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Recent Reads

This page is comprised of a list of BookChanging's recently read books, along with the book I'm currently reading. This page will make it easy for those of you who like to read along with me. It also allows me to express my thoughts and opinions on recently read books. 


The Magic Ladder to Success by Napoleon Hill

I started this book on Monday, January 8th and plan to finish it on Monday, January 22nd. Buy it and read along with me!


Perennial Seller by Ryan Holiday

I just finished Perennial Seller on Sunday, January 14th. My overall opinion of this book is a bit underwhelming. On one hand, I did enjoy and find value in the main premise of the book which spoke of creating art and businesses that are timeless. I also found the book a bit difficult to read through.

Unlike the work I have previously read by Holiday including Ego is the Enemy and The Daily Stoic, Perennial Seller did not draw me in and make me want to read it. Like I previously stated, I still did find this book to be valuable and plan to take some lessons from it and implement them. If you aspire to create great art or a great and lasting business, then I think you should check this one out.

 


Tuesdays With Morrie by Mitch Albom

I finished Tuesdays With Morrie on Thursday, January 4th and I absolutely loved it! After finishing it, I would say it has easily become one of the best books I've ever read. The conversation between the two main characters of the book, Mitch and Morrie, had me on the brink of crying multiple times. Which was a very different reading experience for me.

This book contains the dialogue former student, Mitch Albom, and his former professor, Morrie. Without spoiling the book, Mitch decides to write about his amazing conversations with Morrie as he approaches his death. These insightful conversations include topics such as death, fear, greed, and forgiveness to name a few.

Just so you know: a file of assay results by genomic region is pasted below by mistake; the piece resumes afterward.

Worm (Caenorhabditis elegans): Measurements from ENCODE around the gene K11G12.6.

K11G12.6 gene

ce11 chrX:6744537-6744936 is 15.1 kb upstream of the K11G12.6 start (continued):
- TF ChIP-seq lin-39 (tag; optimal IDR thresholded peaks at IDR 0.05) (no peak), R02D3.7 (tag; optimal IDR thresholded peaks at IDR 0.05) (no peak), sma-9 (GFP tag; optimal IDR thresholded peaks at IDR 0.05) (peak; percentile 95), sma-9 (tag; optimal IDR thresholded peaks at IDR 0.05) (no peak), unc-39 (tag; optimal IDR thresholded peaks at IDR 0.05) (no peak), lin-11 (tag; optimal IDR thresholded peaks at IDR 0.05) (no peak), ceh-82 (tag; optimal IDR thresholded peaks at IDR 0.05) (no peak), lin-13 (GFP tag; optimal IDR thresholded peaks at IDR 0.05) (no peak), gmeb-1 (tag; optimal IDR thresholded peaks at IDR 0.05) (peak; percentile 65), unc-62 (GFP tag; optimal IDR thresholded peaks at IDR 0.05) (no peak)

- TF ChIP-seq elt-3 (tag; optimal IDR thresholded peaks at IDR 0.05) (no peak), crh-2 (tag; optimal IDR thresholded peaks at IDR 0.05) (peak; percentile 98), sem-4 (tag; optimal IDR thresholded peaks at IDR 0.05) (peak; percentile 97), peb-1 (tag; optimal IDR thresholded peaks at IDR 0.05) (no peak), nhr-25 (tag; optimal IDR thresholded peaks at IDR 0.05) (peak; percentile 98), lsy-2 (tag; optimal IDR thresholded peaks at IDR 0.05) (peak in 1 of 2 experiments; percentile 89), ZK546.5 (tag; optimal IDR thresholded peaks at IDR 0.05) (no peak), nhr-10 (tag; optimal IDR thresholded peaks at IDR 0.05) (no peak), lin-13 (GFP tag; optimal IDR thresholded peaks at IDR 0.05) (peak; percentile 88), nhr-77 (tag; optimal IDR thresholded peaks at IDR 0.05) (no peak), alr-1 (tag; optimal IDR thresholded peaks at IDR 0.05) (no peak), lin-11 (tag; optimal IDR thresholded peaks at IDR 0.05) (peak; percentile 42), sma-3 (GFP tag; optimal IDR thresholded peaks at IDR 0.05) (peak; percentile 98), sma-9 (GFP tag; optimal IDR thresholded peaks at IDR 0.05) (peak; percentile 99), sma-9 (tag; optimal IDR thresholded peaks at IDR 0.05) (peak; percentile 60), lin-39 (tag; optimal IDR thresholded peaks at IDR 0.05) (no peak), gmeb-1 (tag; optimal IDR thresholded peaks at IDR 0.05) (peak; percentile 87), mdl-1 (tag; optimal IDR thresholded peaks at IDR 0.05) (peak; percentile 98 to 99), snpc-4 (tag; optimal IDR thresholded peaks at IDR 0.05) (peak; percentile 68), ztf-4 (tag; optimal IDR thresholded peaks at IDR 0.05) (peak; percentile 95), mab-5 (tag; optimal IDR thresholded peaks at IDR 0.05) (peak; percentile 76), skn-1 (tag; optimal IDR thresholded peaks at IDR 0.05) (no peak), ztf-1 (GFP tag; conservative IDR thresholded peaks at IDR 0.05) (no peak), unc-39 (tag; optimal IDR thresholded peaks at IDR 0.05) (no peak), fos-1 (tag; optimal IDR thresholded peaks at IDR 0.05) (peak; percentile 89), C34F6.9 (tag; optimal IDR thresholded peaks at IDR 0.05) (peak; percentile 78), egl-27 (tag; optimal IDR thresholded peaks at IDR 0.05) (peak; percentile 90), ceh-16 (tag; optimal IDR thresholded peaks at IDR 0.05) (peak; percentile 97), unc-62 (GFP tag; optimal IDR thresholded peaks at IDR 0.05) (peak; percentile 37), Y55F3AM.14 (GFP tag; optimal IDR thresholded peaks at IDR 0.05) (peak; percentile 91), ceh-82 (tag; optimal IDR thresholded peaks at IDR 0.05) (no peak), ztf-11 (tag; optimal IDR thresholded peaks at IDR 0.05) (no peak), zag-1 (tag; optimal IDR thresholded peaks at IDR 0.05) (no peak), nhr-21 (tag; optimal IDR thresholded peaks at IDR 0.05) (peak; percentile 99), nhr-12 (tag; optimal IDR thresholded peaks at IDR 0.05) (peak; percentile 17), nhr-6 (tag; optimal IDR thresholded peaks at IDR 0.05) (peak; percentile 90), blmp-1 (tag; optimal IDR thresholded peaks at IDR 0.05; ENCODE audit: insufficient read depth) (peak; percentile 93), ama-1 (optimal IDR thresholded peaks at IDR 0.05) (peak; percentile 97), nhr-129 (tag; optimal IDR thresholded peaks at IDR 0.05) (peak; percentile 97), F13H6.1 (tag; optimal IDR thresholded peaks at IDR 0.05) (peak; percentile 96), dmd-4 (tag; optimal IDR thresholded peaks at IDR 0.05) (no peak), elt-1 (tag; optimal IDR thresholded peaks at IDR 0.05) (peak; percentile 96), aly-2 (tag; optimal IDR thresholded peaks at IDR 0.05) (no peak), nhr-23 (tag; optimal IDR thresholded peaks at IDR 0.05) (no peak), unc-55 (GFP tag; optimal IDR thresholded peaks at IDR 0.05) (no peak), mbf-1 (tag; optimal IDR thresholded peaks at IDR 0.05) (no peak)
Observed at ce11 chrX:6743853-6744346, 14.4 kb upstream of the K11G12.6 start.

Overall, I would highly recommend this book to those looking for a heartfelt story with valuable principles. READ THIS BOOK! 


Iron John by Robert Bly

I just finished Iron John on Sunday, Dec. 31st. As you can see from the title, this is a book about men. More specifically, this is a book about the transition from boyhood to manhood and everything the process entails.

Robert Bly uses an ancient story named "Iron John" to represent the process of becoming a man. Through this mythological story Bly breaks down what young boys need in order to become men who live fulfilled lives. I absolutely loved this book and definitely recommend it to any man, I honestly believe this book should be read by every single man at least once.  Iron John will be a book that I revisit many times throughout my life. 


The Prince by Nicole Machiavelli

Happy Holidays to you all! I've just finished The Prince and wanted to share my final thoughts with you. I felt that the book was definitely an interesting read and is certainly different than what I usually read. I'd encourage you to do some research on this book because there is a lot of background info that makes this book very intriguing. In short, the book was a letter written in the 1500's to Lorenzo de' Medici, the governor of Florence at the time.

The book is an analysis provided by Niccolo Machiavelli of the pros and cons of rulers of the past. Through these examples Machiavelli provides advice to this new prince on how he can successfully govern his people. My biggest takeaway is that most of this advice is directly correlated to success in any field, not just for government officials. 

Overall, I enjoyed the book but it wouldn't be my first recommendation. As you can assume the writing of Machiavelli is a bit complicated and dry, which made the book somewhat hard to comprehend. 


High Performance Habits by Brendon Burchard

I just finished High Performance Habits on December 18th. My final impressions of this book are a bit indifferent. While I enjoyed the six habits that Burchard presents throughout the book, I found that I had to force myself to sit down and read it. I found the habits to be empowering and most certainly beneficial to anyone who implements them, but I personally didn't enjoy the writing style of this book. For this reason I'd recommend a few of the other recently read books over this one, I also enjoyed Burchard's previous book The Motivation Manifesto much more than this one.